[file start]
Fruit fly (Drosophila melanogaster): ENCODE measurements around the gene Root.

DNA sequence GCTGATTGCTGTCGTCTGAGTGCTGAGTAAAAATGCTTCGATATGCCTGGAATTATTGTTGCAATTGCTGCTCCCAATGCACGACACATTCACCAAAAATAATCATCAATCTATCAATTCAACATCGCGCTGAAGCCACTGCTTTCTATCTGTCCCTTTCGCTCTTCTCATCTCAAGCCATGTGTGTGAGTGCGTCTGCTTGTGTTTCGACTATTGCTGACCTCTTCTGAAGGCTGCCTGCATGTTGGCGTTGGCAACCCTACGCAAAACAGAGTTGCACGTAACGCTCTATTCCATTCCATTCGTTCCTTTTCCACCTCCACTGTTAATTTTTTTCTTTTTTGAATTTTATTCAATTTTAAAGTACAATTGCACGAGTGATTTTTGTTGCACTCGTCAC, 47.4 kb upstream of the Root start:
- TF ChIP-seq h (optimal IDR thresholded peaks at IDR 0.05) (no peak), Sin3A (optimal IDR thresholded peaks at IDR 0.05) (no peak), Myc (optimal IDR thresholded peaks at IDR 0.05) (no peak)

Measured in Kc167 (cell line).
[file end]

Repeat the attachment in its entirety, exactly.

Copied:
Fruit fly (Drosophila melanogaster): ENCODE measurements around the gene Root.

DNA sequence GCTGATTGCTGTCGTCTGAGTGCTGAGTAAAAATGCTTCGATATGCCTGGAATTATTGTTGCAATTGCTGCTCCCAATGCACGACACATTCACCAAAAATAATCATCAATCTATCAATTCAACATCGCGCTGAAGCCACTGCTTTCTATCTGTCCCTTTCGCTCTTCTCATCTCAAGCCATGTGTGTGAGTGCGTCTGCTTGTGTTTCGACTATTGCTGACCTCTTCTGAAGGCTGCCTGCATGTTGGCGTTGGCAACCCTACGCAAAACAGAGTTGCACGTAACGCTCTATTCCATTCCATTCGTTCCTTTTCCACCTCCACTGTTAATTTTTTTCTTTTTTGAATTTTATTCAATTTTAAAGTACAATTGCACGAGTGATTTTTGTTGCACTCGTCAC, 47.4 kb upstream of the Root start:
- TF ChIP-seq h (optimal IDR thresholded peaks at IDR 0.05) (no peak), Sin3A (optimal IDR thresholded peaks at IDR 0.05) (no peak), Myc (optimal IDR thresholded peaks at IDR 0.05) (no peak)

Measured in Kc167 (cell line).